Bloomberg the Company & Products

Bloomberg Anywhere Login


Connecting decision makers to a dynamic network of information, people and ideas, Bloomberg quickly and accurately delivers business and financial information, news and insight around the world.


Financial Products

Enterprise Products


Customer Support

  • Americas

    +1 212 318 2000

  • Europe, Middle East, & Africa

    +44 20 7330 7500

  • Asia Pacific

    +65 6212 1000


Industry Products

Media Services

Follow Us

World’s Oldest Shipping Company Closes in Industry Slide

Don't Miss Out —
Follow us on:
World’s Oldest Shipping Company Closes Amid Industry Decline
Photographer: Xabier Mikel Laburu/Bloomberg

Aug. 9 (Bloomberg) -- The world’s oldest shipping company sold its last vessel and is going out of business, according to the liquidator.

Stephenson Clarke Shipping Ltd., started in 1730, has been placed into liquidation, according to a statement from accounting firm Tait Walker. The Newcastle-Upon-Tyne, England-based shipper, which employed nine people, sold off its final vessel in July, according to the statement.

The Baltic Dry Index, a gauge of rates to transport dry-bulk commodities including grains and coal by sea, is down 55 percent this year and on course for a fourth annual slide in five years, data compiled by Bloomberg show. The current slump is “one of the worst experienced for many years,” the shipping company said in the statement.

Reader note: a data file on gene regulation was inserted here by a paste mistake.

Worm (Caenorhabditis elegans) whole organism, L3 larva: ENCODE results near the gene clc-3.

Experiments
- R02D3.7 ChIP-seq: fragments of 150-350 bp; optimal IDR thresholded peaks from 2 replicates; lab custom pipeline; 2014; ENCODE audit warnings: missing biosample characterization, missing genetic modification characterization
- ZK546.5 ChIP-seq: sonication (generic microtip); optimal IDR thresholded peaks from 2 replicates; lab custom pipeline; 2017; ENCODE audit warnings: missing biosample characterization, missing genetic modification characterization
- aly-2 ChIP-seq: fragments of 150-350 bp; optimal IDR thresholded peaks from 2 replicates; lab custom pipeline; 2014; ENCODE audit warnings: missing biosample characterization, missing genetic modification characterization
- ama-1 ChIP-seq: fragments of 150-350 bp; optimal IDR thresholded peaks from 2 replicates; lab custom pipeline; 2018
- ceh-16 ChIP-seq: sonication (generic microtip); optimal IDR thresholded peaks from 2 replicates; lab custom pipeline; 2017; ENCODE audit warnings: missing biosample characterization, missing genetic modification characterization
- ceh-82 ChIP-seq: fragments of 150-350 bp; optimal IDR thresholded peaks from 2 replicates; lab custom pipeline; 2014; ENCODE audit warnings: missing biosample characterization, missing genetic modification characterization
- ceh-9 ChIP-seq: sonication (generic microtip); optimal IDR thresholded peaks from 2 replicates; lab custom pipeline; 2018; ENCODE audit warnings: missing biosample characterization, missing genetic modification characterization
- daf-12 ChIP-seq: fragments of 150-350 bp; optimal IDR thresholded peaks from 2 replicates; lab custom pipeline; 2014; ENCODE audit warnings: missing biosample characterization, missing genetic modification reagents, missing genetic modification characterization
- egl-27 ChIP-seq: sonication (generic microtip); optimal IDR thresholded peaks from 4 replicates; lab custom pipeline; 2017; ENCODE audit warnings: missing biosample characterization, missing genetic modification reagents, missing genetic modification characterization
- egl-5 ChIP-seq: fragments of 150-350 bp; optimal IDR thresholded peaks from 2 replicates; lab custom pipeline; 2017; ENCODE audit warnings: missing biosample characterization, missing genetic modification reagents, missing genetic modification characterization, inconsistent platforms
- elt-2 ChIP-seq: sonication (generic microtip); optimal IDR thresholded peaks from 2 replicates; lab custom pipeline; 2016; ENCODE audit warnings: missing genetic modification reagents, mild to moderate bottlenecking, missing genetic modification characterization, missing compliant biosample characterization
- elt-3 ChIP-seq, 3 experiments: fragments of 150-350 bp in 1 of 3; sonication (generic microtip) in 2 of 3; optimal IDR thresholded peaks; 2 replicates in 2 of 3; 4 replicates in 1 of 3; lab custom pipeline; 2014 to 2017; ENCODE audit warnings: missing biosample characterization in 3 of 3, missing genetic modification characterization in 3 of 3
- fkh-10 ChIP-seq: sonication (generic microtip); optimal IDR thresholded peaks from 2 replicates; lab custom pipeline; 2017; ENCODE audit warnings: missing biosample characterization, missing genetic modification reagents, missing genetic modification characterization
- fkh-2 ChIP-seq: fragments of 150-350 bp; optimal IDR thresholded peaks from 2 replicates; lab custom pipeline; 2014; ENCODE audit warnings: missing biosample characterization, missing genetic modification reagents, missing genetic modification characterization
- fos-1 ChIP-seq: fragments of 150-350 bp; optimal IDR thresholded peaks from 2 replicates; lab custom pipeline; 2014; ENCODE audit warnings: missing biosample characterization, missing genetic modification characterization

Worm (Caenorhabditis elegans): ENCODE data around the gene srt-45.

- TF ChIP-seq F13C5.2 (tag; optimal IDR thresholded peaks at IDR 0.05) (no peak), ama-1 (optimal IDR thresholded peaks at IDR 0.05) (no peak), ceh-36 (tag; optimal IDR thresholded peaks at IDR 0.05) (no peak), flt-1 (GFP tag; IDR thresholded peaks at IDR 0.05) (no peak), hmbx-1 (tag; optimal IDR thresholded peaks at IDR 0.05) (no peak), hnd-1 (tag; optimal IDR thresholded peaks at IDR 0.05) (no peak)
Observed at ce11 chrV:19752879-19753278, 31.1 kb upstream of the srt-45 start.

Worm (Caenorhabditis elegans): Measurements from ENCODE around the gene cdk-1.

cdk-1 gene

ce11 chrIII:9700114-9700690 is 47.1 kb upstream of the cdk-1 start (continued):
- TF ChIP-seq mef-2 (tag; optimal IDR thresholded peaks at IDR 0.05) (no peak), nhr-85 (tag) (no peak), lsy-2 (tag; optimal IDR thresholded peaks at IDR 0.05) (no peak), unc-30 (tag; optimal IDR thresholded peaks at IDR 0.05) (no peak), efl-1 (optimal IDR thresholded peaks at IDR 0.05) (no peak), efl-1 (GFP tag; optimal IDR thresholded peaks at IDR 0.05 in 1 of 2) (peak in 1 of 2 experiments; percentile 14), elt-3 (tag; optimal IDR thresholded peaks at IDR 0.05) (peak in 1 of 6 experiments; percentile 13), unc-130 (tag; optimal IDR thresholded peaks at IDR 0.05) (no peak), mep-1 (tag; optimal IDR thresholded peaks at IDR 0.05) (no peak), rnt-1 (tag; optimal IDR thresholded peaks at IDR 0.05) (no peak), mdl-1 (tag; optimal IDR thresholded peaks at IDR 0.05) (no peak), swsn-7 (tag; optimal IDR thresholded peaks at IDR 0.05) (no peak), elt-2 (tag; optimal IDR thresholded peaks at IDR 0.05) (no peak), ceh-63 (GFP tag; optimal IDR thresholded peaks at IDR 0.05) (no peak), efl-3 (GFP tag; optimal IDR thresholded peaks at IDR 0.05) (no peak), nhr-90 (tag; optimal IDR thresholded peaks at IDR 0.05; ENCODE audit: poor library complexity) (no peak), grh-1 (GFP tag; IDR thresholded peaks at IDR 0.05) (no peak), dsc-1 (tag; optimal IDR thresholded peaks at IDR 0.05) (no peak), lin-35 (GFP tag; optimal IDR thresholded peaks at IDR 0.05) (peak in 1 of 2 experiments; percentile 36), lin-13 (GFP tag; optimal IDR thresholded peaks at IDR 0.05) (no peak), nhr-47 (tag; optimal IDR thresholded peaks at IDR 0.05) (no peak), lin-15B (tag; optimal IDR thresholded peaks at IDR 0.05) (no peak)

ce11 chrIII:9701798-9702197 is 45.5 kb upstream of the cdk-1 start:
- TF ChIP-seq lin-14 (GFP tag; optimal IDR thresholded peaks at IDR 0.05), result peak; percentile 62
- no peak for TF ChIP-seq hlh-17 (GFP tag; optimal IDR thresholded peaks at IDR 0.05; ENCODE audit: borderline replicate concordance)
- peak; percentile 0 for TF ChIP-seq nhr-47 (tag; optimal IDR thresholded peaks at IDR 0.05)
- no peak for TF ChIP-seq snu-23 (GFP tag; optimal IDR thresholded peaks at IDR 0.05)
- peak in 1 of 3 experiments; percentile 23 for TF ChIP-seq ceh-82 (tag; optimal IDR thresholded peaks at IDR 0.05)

“News of the closing of Stephenson Clarke clearly shows how challenging the current economic climate is for shipping,” the U.K. Chamber of Shipping said in an e-mailed statement. “Stephenson Clarke was an historic company and longstanding member until recently and we were very sorry to hear this news.”

Contracting Economy

The U.K. shipping industry had 12.6 billion pounds ($19.7 billion) of revenue in 2010, according to the most recent data on the website of the chamber, which speaks for members from P&O Ferries Ltd. to container carrier CMA CGM SA. The country’s economy will shrink 0.15 percent this year, the average of 40 economist estimates compiled by Bloomberg shows.

Stephenson Clarke owned dry-bulk carriers for short-sea voyages, its website shows. It was the world’s oldest shipping company, according to industry newspaper Lloyd’s List, which traces its founding to 1734.

“The size of the company and its small fleet mean that its failure is unlikely to have implications for wider shipping markets,” said Marc Pauchet, a London-based analyst at ACM Shipping Group Plc, the U.K.’s third-largest shipbroker. Still, Stephenson Clarke’s demise is symptomatic of a global surplus of vessels, he said.

To contact the reporter on this story: Isaac Arnsdorf in London at

To contact the editor responsible for this story: Alaric Nightingale at

Please upgrade your Browser

Your browser is out-of-date. Please download one of these excellent browsers:

Chrome, Firefox, Safari, Opera or Internet Explorer.